'It was very important to clarify the real meaning behind the religion question in the census, given that -- unfortunately -- the census asked a religion question at all.'
Leaving aside whether or not the census should have been asking a religious question -- and I've no doubt Professor Dawkins would have been quite happy for it to have done so had he expected the numbers to stack up in his favour rather than spectacularly against him -- I think this is, in principle, a worthy project.

In principle. Not necessarily in practice. Certainly not when the people doing the unpacking don't know what they're talking about.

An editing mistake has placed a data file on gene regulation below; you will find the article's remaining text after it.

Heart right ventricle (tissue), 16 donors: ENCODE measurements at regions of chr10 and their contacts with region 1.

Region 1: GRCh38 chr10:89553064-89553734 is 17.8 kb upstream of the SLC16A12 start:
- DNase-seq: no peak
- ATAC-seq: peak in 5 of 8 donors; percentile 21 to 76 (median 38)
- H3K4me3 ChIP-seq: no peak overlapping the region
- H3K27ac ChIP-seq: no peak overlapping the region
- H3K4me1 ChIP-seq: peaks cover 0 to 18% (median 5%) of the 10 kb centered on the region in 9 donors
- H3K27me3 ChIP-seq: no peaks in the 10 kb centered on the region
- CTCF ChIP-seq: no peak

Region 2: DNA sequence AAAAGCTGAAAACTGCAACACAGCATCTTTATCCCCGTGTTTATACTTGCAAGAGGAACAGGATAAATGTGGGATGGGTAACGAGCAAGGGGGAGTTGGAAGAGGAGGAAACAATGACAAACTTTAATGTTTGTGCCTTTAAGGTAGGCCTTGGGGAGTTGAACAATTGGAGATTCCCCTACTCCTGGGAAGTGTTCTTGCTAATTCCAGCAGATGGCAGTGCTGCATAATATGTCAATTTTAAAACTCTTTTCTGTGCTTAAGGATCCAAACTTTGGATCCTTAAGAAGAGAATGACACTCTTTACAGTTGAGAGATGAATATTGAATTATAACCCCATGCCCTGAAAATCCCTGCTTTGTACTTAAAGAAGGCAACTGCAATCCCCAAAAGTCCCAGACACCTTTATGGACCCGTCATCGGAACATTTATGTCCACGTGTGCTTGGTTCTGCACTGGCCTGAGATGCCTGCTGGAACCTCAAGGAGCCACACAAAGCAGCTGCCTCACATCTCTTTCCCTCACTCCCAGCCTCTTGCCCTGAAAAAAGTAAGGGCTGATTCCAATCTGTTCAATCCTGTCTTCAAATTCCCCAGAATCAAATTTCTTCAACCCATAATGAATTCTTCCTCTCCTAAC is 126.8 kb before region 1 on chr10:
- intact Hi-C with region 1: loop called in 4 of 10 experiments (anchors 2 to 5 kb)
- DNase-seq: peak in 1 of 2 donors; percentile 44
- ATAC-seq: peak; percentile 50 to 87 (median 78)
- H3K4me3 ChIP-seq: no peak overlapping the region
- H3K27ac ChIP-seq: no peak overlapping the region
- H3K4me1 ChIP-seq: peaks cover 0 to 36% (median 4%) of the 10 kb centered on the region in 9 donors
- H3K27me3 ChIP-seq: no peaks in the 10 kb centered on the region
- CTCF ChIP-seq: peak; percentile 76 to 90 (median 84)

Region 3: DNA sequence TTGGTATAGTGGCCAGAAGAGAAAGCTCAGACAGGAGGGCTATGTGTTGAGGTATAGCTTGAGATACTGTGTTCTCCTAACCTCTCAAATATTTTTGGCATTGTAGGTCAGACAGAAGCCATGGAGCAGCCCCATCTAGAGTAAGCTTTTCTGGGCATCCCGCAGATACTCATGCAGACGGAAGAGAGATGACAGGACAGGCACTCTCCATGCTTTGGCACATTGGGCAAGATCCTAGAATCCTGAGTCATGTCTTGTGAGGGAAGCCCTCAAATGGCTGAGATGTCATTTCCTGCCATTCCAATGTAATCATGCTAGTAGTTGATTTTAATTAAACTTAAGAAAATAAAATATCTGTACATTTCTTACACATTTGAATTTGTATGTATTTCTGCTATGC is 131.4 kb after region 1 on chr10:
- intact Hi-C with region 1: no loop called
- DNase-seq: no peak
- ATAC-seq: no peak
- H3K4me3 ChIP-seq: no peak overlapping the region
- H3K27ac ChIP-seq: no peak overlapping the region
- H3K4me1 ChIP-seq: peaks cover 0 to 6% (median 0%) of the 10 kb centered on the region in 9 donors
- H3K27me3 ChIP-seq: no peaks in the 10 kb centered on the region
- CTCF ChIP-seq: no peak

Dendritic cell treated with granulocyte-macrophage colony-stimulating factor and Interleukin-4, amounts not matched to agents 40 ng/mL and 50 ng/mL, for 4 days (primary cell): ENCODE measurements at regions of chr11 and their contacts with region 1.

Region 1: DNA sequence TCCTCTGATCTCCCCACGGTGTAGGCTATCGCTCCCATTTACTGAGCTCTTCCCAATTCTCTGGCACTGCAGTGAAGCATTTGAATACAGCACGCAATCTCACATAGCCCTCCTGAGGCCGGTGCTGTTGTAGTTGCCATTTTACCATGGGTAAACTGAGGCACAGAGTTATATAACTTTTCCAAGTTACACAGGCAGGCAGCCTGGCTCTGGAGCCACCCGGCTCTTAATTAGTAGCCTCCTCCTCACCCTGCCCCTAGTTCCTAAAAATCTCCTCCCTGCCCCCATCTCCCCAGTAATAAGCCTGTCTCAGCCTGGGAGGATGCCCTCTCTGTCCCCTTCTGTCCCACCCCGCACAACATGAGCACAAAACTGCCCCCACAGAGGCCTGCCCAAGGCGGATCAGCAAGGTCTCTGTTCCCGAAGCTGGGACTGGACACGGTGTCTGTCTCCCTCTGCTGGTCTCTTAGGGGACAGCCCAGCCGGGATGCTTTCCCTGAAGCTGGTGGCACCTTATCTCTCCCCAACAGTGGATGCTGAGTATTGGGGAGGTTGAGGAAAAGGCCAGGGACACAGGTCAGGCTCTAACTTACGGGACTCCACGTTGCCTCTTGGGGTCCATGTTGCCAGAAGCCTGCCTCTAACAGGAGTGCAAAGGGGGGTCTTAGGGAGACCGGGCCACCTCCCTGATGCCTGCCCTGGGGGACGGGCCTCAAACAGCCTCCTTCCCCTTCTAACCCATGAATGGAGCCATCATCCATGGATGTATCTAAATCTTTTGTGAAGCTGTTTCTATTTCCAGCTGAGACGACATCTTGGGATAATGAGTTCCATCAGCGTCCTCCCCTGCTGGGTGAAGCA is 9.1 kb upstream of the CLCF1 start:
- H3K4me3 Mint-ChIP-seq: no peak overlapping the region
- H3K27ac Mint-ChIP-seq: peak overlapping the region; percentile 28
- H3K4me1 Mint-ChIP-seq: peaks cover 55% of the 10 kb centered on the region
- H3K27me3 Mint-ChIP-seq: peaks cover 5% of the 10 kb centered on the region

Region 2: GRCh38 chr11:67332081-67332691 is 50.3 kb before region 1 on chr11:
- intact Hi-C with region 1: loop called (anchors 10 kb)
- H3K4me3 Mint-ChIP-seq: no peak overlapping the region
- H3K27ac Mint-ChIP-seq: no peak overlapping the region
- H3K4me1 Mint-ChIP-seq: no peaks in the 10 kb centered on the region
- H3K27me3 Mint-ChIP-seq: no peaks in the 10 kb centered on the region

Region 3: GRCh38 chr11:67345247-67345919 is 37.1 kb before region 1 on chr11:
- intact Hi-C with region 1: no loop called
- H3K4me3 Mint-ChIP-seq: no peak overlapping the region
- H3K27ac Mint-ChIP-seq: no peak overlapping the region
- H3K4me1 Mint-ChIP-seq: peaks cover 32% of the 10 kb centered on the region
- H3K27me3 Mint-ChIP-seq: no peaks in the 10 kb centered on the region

Richard takes the view that most of those whose self-identify as Christians aren't truly Christian, that they aren't really Christians at all and don't think like Christians -- whatever that means -- merely ticking the Christian box, perhaps because they've been baptised. Of course, he makes a point of conceding -- after proclaiming such conclusions -- that his view on this doesn't mean squat:
'I'm not presenting my opinion here. This press released is offered to people to look down it and say "Look, these people who call themselves Christians actually don't read the Bible, don't go to church, don't believe Jesus was the Son of God, don't even know what the first book of the New Testament is -- it's up to you to make up your mind whether they're Christian." Don't ask me. My opinion is not relevant.'
Well. Quite.


After all that, only 6% are Atheists?